Of all the lighthouses in the world, none was built further from the body of water it lit than the one on top of Bidston Hill, on the Irish Sea coast in England. This hundred-acre hill of heathland and woodland on the Wirral Peninsula is one of the highest points on the Wirral, visible for miles around, especially from the sea.
The first pair of lighthouses went up in 1763 to guide ships through the shallow sandbanks on the mouth of the estuaries of River Dee and River Mersey as they approached the Port of Liverpool. When one of the lower light collapsed a few years later, it was replaced by a new lighthouse further inland on Bidston Hill, almost four kilometers from the sea. The upper light at Leasowe then became the lower light. These two light are also located 3.7 kilometers apart, making them the furthest apart of any pair of leading lights in the world.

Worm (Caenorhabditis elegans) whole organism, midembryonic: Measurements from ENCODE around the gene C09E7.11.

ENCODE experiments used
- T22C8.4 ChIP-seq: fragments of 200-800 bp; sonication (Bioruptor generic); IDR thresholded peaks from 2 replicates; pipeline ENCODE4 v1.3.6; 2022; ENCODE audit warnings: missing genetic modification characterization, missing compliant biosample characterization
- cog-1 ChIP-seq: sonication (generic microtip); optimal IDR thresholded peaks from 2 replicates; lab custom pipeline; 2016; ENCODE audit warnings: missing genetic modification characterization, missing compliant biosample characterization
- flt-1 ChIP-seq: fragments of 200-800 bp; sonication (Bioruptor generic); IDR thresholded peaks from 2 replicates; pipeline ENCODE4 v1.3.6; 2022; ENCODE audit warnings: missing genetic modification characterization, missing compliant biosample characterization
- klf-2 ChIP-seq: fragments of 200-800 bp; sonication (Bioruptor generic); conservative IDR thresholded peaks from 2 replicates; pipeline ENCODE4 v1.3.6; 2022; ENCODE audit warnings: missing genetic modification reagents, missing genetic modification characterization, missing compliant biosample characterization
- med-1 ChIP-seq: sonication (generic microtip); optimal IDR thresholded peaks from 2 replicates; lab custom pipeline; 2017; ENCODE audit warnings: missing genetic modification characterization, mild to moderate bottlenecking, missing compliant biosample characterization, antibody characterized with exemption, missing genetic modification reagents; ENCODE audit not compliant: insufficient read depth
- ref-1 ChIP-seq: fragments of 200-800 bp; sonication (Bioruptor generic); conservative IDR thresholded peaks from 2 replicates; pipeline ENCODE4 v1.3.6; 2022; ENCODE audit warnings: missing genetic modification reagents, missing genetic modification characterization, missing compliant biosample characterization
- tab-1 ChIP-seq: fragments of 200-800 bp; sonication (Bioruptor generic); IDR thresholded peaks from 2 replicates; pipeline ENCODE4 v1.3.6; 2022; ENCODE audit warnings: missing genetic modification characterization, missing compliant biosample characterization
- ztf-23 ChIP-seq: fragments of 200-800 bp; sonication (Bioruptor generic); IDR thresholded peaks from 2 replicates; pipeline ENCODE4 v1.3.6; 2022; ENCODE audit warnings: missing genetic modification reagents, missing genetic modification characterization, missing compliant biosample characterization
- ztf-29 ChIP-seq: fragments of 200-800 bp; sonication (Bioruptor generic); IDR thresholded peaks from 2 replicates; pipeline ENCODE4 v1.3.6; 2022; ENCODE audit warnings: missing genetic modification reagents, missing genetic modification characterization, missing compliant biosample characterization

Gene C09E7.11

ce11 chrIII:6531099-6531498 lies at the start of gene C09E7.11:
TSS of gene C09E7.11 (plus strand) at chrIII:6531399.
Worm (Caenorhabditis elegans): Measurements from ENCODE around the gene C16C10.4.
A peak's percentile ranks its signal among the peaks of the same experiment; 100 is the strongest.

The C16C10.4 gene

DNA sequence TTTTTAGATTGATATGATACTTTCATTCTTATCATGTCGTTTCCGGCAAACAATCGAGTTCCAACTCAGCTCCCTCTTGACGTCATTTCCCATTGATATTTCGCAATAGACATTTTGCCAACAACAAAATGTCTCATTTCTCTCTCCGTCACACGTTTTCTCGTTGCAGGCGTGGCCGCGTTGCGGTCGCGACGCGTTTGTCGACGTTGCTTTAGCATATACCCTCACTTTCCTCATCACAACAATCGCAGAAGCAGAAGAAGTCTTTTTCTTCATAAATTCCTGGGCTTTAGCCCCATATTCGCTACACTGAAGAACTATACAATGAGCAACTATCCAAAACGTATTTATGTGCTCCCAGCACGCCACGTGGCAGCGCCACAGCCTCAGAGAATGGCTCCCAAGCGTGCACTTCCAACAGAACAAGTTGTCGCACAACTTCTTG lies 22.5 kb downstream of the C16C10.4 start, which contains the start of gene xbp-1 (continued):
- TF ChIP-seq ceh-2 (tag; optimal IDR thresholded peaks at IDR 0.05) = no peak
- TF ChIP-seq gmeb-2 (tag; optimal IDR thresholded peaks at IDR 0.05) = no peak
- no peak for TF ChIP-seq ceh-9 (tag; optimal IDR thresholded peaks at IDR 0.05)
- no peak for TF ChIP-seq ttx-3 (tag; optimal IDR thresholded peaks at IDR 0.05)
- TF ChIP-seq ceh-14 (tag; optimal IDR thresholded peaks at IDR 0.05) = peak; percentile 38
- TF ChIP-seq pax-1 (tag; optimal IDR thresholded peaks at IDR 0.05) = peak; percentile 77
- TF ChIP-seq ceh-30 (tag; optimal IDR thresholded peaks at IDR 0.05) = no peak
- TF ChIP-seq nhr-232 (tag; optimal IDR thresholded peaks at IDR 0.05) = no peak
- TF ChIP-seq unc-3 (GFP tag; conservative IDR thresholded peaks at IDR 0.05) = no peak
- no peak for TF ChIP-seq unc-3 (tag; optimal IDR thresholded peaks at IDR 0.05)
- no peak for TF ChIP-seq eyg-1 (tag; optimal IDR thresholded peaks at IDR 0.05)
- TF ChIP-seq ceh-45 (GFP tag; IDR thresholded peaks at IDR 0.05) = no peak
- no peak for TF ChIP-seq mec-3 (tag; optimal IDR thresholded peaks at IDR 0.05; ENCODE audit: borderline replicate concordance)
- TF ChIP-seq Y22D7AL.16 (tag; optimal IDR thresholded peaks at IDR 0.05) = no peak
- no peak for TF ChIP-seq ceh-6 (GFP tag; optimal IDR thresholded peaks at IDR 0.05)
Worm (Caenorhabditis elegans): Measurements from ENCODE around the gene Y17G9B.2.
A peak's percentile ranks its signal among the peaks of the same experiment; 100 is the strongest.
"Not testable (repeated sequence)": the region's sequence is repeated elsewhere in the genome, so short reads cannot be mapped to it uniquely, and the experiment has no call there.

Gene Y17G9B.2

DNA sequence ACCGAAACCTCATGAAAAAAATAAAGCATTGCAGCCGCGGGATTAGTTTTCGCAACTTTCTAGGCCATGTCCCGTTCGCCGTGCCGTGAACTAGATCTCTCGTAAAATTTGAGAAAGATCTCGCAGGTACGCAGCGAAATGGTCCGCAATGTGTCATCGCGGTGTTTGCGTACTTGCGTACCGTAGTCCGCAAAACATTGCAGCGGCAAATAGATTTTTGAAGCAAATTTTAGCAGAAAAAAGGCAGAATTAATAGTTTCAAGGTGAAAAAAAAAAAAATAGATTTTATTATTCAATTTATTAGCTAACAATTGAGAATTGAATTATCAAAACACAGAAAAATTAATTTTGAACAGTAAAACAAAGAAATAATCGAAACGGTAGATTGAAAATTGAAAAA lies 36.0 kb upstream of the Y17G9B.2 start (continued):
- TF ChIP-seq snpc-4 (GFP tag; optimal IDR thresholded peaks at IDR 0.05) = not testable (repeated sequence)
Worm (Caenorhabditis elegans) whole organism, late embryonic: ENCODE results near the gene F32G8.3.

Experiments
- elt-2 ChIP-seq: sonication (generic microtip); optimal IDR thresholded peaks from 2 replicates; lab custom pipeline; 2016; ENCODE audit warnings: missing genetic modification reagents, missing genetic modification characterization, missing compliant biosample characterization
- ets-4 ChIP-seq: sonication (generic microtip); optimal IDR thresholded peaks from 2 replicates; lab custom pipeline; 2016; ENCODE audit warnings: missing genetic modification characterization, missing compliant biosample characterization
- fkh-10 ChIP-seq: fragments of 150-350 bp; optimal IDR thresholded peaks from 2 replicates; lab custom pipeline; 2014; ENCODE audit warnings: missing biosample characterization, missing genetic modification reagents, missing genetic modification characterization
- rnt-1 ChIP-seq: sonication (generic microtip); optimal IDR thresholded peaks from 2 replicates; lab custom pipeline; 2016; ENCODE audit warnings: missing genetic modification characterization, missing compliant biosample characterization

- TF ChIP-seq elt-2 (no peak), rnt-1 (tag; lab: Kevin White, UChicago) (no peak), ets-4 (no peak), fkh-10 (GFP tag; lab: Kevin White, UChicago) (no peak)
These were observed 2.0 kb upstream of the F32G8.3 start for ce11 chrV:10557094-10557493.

Photo credit: Shaun/Flickr